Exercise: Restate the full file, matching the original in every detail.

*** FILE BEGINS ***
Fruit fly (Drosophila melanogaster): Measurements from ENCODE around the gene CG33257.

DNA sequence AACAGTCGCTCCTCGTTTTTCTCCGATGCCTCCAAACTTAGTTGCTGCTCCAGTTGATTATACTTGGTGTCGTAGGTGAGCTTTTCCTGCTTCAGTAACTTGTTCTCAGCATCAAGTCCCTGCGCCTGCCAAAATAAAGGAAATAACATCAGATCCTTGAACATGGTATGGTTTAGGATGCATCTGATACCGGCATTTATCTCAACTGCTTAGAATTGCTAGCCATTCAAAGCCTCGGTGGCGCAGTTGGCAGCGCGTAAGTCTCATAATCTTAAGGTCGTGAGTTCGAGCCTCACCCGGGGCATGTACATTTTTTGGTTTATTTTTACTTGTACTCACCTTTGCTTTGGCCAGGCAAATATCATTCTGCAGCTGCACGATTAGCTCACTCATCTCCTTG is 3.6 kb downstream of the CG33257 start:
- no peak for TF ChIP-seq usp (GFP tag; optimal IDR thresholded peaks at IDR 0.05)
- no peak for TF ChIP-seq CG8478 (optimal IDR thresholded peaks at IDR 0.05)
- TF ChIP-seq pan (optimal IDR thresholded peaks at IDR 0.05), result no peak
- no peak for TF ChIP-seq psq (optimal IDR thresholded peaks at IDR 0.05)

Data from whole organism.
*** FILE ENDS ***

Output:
Fruit fly (Drosophila melanogaster): Measurements from ENCODE around the gene CG33257.

DNA sequence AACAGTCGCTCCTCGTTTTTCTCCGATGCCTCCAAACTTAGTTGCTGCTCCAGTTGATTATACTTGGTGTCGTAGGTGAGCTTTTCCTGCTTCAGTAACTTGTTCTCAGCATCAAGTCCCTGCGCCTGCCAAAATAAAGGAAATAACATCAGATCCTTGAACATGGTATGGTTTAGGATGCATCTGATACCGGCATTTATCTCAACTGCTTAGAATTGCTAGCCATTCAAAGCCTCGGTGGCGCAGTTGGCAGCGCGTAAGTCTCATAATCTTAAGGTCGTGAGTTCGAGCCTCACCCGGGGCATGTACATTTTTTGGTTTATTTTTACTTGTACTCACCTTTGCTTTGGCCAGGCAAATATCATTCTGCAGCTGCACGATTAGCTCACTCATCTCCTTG is 3.6 kb downstream of the CG33257 start:
- no peak for TF ChIP-seq usp (GFP tag; optimal IDR thresholded peaks at IDR 0.05)
- no peak for TF ChIP-seq CG8478 (optimal IDR thresholded peaks at IDR 0.05)
- TF ChIP-seq pan (optimal IDR thresholded peaks at IDR 0.05), result no peak
- no peak for TF ChIP-seq psq (optimal IDR thresholded peaks at IDR 0.05)

Data from whole organism.